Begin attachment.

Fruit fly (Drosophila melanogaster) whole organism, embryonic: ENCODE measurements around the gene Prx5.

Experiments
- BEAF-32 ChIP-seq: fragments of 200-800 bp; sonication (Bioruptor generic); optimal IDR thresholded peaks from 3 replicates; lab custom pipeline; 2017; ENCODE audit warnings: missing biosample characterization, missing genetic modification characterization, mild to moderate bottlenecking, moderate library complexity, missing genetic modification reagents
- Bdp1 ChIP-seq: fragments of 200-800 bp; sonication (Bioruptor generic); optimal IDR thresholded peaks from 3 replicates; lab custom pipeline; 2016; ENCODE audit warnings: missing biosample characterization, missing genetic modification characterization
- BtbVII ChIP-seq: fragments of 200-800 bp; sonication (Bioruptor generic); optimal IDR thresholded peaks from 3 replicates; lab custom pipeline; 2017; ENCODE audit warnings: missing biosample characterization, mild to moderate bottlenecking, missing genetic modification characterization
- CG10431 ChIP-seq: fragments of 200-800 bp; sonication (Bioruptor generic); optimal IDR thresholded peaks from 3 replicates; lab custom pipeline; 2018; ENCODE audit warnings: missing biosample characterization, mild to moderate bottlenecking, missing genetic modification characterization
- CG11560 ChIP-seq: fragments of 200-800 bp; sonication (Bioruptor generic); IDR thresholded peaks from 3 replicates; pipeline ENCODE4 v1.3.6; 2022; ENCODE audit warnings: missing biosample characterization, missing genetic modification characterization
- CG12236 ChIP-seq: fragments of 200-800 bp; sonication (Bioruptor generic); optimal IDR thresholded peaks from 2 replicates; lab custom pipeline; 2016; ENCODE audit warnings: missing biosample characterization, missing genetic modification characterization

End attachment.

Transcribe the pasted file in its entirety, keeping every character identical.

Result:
Fruit fly (Drosophila melanogaster) whole organism, embryonic: ENCODE measurements around the gene Prx5.

Experiments
- BEAF-32 ChIP-seq: fragments of 200-800 bp; sonication (Bioruptor generic); optimal IDR thresholded peaks from 3 replicates; lab custom pipeline; 2017; ENCODE audit warnings: missing biosample characterization, missing genetic modification characterization, mild to moderate bottlenecking, moderate library complexity, missing genetic modification reagents
- Bdp1 ChIP-seq: fragments of 200-800 bp; sonication (Bioruptor generic); optimal IDR thresholded peaks from 3 replicates; lab custom pipeline; 2016; ENCODE audit warnings: missing biosample characterization, missing genetic modification characterization
- BtbVII ChIP-seq: fragments of 200-800 bp; sonication (Bioruptor generic); optimal IDR thresholded peaks from 3 replicates; lab custom pipeline; 2017; ENCODE audit warnings: missing biosample characterization, mild to moderate bottlenecking, missing genetic modification characterization
- CG10431 ChIP-seq: fragments of 200-800 bp; sonication (Bioruptor generic); optimal IDR thresholded peaks from 3 replicates; lab custom pipeline; 2018; ENCODE audit warnings: missing biosample characterization, mild to moderate bottlenecking, missing genetic modification characterization
- CG11560 ChIP-seq: fragments of 200-800 bp; sonication (Bioruptor generic); IDR thresholded peaks from 3 replicates; pipeline ENCODE4 v1.3.6; 2022; ENCODE audit warnings: missing biosample characterization, missing genetic modification characterization
- CG12236 ChIP-seq: fragments of 200-800 bp; sonication (Bioruptor generic); optimal IDR thresholded peaks from 2 replicates; lab custom pipeline; 2016; ENCODE audit warnings: missing biosample characterization, missing genetic modification characterization